In the early nineteen-seventies, I had two experiences that turned me into a public person, put me out in front of an audience. I’d not been looking for or anticipating that change, though you could say (and I would, now) that teaching is public speaking; teaching requires a certain amount of performance for an audience - and I’d already done that for six years. Audre Lorde said teaching is front-line work; I learned that the hard way.
In 1970 I was fired from my teaching job (despite tenure), accused of unorthodox methods and attitudes. That decision by the school board catapulted two other teachers and me into a startlingly bright spotlight for nearly eight months. Then, in 1972, I was one of seven Janes arrested by the Chicago police; that pushed me again - more widely - into the public sphere, and ratcheted up the level of my sociopolitical education by many notches.
Those experiences were part of a great wave. Teachers were being fired all over the USA, accused of various kinds of disrespect for tradition and law. Many thousands of people were taking street-level action to protest and counteract the effects of bad law and bad policy. A notable chunk of that action was around reproductive justice and women’s rights; these things were front-page news. Everyone was learning from the courage and intelligence of the civil rights movement, which had likewise fostered the anti-war movement.
By the middle of the nineteen-seventies, I was no longer a high school teacher. I was talking and teaching about women’s health and sexuality, pregnancy, childbirth and nursing, abortion, adoption and other motherhood themes. I had become a mother and was learning what it means to consciously accept responsibility for a tender human life. I’d started work on my first book and was teaching women’s studies at local colleges (in those years, women all over the country were doing the necessary research and inventing courses) as well as writing workshops in my living room.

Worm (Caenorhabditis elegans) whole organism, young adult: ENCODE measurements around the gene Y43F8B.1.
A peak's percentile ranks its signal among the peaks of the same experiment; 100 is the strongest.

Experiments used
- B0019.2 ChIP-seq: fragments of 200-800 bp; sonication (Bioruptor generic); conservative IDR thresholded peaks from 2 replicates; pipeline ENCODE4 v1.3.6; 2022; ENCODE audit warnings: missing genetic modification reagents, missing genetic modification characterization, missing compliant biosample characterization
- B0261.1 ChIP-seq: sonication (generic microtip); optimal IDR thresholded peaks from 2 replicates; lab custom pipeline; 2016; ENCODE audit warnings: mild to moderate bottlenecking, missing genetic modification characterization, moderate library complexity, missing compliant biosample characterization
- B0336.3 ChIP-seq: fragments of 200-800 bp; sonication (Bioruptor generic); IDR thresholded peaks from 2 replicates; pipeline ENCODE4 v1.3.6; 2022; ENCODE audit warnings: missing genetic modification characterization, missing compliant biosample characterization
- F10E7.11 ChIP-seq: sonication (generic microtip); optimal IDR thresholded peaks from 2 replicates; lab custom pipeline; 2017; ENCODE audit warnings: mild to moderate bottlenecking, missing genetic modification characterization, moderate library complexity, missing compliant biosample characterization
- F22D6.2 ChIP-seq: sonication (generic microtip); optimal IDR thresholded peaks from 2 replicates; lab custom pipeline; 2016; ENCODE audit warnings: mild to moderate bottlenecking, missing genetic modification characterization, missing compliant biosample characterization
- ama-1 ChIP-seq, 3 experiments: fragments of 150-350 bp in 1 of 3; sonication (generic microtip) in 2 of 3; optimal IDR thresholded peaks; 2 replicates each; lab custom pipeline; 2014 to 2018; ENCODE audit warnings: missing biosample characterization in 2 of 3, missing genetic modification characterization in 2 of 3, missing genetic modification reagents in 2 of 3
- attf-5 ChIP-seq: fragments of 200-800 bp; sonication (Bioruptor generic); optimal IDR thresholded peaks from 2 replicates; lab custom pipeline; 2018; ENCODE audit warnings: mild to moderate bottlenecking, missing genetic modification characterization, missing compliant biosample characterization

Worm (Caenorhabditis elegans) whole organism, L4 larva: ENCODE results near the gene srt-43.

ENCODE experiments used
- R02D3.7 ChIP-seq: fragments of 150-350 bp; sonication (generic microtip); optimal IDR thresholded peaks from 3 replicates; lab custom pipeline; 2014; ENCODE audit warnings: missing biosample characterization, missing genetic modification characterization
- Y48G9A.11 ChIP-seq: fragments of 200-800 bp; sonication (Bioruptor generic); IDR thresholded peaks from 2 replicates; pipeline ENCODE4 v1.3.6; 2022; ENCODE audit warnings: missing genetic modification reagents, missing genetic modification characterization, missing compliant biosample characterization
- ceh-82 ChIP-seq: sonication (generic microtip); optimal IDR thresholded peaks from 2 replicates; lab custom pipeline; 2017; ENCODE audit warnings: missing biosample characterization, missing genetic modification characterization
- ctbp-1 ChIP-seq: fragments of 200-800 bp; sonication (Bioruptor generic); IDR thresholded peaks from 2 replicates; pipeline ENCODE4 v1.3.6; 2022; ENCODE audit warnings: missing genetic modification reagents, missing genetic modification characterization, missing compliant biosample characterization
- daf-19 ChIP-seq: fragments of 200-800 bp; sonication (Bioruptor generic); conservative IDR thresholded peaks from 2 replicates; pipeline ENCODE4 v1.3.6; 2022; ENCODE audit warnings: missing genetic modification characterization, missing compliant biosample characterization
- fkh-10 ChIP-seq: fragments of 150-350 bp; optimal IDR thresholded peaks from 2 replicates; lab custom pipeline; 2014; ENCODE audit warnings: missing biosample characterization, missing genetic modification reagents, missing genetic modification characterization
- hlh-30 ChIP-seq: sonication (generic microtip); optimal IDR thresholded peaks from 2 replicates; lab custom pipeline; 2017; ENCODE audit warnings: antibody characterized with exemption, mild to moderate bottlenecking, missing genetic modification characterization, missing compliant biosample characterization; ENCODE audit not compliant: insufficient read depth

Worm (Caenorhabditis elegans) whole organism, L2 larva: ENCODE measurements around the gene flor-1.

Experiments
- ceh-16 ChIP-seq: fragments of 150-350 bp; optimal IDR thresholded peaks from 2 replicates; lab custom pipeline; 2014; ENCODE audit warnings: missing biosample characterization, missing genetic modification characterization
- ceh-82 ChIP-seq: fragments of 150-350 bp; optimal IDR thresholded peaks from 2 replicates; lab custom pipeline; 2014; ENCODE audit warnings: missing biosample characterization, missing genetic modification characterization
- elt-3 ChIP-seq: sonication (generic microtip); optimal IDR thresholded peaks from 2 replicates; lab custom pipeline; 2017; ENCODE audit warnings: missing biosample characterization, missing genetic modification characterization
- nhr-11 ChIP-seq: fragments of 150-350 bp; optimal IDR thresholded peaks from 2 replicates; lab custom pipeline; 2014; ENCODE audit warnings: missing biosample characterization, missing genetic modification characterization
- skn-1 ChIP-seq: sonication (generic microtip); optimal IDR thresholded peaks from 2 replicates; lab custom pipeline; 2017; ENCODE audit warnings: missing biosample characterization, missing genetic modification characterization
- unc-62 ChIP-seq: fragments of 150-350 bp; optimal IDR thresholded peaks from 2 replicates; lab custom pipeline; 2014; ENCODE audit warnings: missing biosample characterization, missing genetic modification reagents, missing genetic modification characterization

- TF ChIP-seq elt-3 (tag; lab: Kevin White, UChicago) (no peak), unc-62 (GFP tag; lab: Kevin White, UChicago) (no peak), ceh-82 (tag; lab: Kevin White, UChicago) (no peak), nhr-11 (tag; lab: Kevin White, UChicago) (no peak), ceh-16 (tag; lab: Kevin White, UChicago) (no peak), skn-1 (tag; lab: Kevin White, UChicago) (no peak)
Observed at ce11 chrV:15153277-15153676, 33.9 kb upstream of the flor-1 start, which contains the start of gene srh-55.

Writing (doing it and teaching about it) was moving into the center of my life. My first two books came out in 1979 and 1983. Even though I went to graduate school from 1984 to 1989, I did manage to publish some poems and stories in those years. Along with all that came performance; I read and talk in bookstores, libraries, college lecture halls, living rooms, cafes, galleries - and sometimes outdoors, in streets and parks and, in 2015, on an organic farm! I write, I publish what I write, and I perform what I write. I work in the theater of writing, wanting my words to rise from page and screen with the energy of spoken language. At the same time, I’m committed to understanding relationships between art and action, poetry and politics.
It’s dicey for anybody in the postmodern era to care about meaning and truth, about the value and use of literature, but I do. I’m a woman who began to be conscious at the end of the sixties in the USA, and began to grow into myself in the seventies. Before that time, though I was intelligent and competent, I didn’t really know who I was – or what the world was. More important, I had no idea I didn’t know those things. Luckily, I was educated by powerful social movements created by people struggling for liberation and justice. Like Oliver Wendell Holmes (of all people), I too can say: Through great good fortune, in youth my heart was touched with fire.